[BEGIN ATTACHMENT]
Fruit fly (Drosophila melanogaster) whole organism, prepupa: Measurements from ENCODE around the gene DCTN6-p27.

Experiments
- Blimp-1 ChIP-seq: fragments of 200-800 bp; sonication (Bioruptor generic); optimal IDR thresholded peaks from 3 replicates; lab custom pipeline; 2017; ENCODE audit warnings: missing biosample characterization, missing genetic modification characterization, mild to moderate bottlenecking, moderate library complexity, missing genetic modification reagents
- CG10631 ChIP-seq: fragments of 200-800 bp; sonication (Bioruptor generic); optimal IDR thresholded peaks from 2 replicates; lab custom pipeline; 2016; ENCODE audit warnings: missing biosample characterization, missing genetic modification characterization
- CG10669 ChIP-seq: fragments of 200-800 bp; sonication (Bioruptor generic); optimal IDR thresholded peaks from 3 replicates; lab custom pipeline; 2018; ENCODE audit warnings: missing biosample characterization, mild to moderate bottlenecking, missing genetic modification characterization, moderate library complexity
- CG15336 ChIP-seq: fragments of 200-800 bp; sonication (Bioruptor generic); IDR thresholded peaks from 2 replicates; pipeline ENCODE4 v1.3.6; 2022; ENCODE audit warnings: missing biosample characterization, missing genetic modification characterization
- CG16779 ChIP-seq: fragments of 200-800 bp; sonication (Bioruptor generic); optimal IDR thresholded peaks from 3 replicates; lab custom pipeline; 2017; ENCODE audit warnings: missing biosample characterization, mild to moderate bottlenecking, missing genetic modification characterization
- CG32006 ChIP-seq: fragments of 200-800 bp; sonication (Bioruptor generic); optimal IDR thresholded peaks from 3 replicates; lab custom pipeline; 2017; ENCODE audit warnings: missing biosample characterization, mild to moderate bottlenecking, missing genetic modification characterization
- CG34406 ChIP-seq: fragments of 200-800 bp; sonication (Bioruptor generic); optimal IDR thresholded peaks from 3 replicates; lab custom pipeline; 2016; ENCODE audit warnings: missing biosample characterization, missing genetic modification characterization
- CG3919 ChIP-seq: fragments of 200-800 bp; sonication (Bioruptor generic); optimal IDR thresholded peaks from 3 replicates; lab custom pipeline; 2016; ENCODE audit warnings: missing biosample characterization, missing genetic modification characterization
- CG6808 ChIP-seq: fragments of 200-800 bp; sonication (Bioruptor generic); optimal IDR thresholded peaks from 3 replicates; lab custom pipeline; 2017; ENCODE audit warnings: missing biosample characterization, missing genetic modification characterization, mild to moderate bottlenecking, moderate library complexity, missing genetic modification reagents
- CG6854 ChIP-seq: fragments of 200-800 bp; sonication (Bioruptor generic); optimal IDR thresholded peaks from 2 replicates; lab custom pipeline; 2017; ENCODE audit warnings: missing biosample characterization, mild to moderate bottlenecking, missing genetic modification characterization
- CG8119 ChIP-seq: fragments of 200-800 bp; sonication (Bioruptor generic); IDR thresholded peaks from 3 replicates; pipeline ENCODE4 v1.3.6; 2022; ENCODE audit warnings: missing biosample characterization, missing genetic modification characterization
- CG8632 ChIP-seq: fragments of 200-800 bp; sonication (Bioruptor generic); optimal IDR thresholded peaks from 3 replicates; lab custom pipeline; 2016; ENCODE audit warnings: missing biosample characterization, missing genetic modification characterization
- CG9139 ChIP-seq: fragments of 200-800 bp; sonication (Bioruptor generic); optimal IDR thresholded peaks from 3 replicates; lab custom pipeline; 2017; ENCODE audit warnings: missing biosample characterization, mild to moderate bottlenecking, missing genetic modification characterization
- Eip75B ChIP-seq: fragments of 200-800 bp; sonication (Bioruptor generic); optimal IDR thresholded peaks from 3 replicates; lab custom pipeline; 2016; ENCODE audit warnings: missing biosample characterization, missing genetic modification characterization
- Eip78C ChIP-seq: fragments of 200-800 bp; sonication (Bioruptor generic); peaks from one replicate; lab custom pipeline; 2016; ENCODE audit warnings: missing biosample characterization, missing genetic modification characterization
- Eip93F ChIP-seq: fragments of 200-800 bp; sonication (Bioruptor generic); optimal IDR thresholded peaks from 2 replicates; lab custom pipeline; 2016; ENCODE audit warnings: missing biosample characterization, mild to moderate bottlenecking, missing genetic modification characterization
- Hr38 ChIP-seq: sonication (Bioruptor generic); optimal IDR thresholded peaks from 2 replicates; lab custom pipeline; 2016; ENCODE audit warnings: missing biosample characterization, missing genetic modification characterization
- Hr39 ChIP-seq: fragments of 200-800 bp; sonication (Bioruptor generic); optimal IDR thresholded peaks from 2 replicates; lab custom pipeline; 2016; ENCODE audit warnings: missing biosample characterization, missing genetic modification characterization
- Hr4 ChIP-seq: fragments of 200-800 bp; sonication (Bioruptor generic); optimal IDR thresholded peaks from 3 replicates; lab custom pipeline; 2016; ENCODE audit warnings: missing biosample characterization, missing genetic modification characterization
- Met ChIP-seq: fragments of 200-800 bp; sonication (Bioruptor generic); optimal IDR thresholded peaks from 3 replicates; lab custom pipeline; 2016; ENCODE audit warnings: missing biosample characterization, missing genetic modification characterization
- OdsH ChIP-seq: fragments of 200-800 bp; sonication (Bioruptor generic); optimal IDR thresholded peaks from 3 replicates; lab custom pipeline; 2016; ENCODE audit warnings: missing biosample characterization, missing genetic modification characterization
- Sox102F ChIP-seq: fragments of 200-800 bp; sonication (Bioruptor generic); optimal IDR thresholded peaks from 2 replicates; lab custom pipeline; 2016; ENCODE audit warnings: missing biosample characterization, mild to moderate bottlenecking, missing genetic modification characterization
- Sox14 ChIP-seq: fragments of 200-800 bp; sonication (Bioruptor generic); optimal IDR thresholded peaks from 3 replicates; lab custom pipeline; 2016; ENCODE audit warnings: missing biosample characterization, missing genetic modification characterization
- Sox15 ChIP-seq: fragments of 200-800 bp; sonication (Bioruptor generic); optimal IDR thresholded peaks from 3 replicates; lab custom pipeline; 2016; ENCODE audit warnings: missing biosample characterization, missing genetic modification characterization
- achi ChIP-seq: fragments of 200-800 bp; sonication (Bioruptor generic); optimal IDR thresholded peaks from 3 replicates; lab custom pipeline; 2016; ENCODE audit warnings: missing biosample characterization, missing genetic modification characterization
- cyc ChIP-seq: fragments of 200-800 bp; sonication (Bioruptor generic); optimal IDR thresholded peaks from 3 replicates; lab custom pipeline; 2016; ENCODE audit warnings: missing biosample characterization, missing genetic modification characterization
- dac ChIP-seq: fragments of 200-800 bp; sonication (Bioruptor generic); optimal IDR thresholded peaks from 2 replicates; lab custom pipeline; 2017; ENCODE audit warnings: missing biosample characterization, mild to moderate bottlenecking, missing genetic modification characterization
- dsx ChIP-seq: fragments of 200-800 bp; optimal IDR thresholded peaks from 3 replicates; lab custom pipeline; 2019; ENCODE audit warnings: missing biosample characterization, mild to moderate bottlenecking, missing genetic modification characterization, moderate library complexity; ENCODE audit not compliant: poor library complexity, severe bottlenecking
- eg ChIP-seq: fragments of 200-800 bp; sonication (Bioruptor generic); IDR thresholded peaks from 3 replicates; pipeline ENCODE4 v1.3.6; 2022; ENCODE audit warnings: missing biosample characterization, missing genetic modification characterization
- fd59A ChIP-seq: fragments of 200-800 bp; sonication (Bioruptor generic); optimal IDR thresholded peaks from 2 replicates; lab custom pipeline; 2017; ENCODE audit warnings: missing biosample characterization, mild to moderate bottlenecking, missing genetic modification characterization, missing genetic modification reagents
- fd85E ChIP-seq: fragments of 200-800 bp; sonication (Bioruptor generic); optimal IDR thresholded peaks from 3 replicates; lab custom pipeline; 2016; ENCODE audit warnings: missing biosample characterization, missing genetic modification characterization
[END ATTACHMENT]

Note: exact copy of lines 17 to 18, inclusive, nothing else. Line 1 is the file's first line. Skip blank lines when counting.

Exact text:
- Eip78C ChIP-seq: fragments of 200-800 bp; sonication (Bioruptor generic); peaks from one replicate; lab custom pipeline; 2016; ENCODE audit warnings: missing biosample characterization, missing genetic modification characterization
- Eip93F ChIP-seq: fragments of 200-800 bp; sonication (Bioruptor generic); optimal IDR thresholded peaks from 2 replicates; lab custom pipeline; 2016; ENCODE audit warnings: missing biosample characterization, mild to moderate bottlenecking, missing genetic modification characterization